International Dimensions of Climate Change

Recently the UK Government's Chief Scientific Officer (Sir John Beddington), and the Government Office for Science, published a document titled International Dimensions of Climate Change, outlining how international climate change may affect the UK and the required response from policy-makers. Even if we do not see significant changes of climate in the UK, there are likely to be significant effects to our foreign policy, security, economy etc from climate change overseas.

The report includes an excellent overview of global climate change (Chapter 2) including key tipping points (page 28) and key effects (page 30-), as well as chapters on the threats and challenges to the UK from international climate change. The report convincingly argues that the global nature of finance, trade, resources, infrastructure and health mean that a changing climate overseas could cause significant challenges to the UK. It also argues that the knowledge and skills of UK engineers, businesses, research institutes and other organisations mean that the UK is well placed to play a leading role in a post-carbon world. There are a number of UK-based geologists, geographers and other scientists playing a significant role on the world stage in this field.

Another aspect of this report, covered the need for behavioural change in the UK. A while ago The Times published an article in which it quoted this report and Sir John Beddington, stating that climate-related disasters should be used by the Government to persuade British voters to accept unpopular policies for cutting carbon emissions. The report argues that there appears to be growing scepticism of climate change, and a low percentage of people believing that individual responsibility is required. The report states:
"Effective, consistent communication and education linking climate change impacts to events overseas allows the UK government to encourage domestic behavioural change and the adoption of low-carbon technologies."
Whilst in theory this sounds like a reasonable recommendation, I have some concerns that this could lead to further scepticism if claims are not made in a responsible manner, without the backing of good evidence and science. There is scepticism when overseas events are declared to be as a result of 'climate change' by the media, NGOs or Government, without any reasonable evidence. Some events most likely are linked to climate change (amongst other things), but credible and reliable evidence must be used to show this. Whilst this report emphasises a number of times the uncertainty in this field, the difficulties and caveats involved within modelling such complex systems, and that policies should be science and evidence based - Government Ministers (as well as the media, NGOs and others) do not always clarify their statements in such a way.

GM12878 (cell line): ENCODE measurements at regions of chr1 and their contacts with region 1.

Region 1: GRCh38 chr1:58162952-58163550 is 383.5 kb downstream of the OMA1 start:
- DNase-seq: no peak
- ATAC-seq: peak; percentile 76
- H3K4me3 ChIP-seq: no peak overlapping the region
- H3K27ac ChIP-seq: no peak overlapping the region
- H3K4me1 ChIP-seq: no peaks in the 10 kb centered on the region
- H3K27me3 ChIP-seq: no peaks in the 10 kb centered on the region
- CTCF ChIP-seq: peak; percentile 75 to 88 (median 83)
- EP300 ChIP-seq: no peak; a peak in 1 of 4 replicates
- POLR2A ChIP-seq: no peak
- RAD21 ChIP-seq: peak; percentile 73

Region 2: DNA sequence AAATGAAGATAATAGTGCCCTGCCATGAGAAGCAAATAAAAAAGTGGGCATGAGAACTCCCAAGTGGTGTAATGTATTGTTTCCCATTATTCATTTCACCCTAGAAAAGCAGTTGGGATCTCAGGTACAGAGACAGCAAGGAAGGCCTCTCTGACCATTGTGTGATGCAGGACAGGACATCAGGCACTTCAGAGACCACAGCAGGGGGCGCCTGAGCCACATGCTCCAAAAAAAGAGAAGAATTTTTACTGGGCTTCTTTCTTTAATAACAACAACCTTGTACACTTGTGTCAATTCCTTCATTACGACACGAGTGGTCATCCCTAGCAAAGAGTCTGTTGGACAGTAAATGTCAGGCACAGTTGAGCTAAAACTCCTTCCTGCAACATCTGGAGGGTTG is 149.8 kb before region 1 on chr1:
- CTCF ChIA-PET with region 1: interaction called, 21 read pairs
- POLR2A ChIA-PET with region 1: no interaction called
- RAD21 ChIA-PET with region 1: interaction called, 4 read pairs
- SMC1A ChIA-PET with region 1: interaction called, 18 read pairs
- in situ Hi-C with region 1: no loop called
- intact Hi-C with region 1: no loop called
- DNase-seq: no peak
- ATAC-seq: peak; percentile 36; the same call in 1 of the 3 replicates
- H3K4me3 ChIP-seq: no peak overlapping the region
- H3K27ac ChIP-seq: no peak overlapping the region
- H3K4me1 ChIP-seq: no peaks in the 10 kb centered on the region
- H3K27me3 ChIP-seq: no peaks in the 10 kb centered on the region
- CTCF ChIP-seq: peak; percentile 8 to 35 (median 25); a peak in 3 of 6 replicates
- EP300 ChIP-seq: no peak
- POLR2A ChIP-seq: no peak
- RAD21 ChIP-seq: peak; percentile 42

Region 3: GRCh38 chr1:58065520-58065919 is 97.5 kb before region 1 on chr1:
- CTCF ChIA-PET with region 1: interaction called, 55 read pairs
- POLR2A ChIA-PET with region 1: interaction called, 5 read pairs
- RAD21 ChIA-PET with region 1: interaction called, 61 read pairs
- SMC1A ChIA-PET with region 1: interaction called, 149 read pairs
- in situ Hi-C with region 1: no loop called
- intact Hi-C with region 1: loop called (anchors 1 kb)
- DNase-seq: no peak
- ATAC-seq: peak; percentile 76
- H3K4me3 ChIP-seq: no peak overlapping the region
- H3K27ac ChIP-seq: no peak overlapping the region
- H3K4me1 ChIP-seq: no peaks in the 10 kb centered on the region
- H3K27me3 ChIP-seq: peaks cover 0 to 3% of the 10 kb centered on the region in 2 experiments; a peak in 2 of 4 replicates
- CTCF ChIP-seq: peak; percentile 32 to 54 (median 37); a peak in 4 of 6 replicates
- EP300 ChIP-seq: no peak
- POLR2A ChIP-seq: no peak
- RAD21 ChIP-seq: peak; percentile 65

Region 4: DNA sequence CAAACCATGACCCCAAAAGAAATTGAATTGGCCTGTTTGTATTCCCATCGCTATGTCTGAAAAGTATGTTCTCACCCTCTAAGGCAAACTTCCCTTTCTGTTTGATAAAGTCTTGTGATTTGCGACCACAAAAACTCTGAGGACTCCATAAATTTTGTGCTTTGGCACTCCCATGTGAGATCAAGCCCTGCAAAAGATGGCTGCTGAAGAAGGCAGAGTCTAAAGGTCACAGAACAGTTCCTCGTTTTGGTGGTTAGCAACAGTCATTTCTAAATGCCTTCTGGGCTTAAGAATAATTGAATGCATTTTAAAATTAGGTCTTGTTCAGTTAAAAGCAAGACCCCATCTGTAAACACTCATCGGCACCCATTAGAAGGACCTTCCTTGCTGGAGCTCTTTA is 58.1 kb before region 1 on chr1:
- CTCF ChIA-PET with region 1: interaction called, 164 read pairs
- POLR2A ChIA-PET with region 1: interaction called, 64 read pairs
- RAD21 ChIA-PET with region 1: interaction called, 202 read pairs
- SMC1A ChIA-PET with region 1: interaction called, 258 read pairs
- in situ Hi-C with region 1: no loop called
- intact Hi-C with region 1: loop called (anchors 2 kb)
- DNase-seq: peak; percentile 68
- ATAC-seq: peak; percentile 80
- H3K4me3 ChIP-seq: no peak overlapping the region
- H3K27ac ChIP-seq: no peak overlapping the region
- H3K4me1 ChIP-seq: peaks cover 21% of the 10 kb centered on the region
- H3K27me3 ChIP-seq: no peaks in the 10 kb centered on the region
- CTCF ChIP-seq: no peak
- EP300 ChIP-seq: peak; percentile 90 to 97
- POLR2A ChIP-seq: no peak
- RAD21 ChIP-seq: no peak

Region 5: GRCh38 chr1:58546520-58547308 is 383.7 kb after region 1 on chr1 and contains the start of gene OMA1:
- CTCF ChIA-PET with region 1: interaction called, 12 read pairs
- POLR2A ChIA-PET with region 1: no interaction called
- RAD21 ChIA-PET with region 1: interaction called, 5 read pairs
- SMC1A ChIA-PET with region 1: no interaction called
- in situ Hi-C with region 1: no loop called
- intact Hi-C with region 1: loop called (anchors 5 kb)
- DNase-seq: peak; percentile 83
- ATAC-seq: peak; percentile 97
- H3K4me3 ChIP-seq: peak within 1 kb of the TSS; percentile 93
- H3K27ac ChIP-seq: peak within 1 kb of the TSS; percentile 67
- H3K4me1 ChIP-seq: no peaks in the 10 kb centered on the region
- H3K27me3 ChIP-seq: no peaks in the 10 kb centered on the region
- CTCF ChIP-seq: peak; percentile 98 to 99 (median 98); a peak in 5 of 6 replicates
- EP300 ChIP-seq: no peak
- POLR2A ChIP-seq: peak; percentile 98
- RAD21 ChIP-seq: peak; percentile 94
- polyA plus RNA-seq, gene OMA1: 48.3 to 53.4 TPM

This report is definitely worth reading, very helpful and well qualified. I would certainly hope that if Government's implement some of the recommendations in this report they do so in a responsible manner. Government's must base their conclusions on good evidence-based science - and do not simplify what are often complex issues. We would urge the Government to speak on these issues in a responsible way in order to effectively communicate these important issues. 

Monday, 15 August 2011

Conflict Minerals in the DRC: Complexities in Development

Following on from last weeks article about the situation in Zimbabwe, I noticed that the Poverty Matters Blog on the Guardian website has an interesting article about conflict minerals in the Democratic Republic of Congo (DRC)

It outlines some of the deep complexities involved in development in such fragile states. Imposing measures to control the flow of minerals and precious stones are intended to avoid the continued funding of conflict in the region. This conflict has resulted in horrific damage to many communities and mass atrocities, driving people further and further into poverty. The consequence of placing restrictions on the sale of minerals, however, include a loss of income for small-scale artisinal miners, making it harder for them to earn a living. These complexities are an example of the difficult decisions to be made within development work.

Thursday, 11 August 2011

Zimbabwe's Blood Diamonds

Photo Courtesy of USGS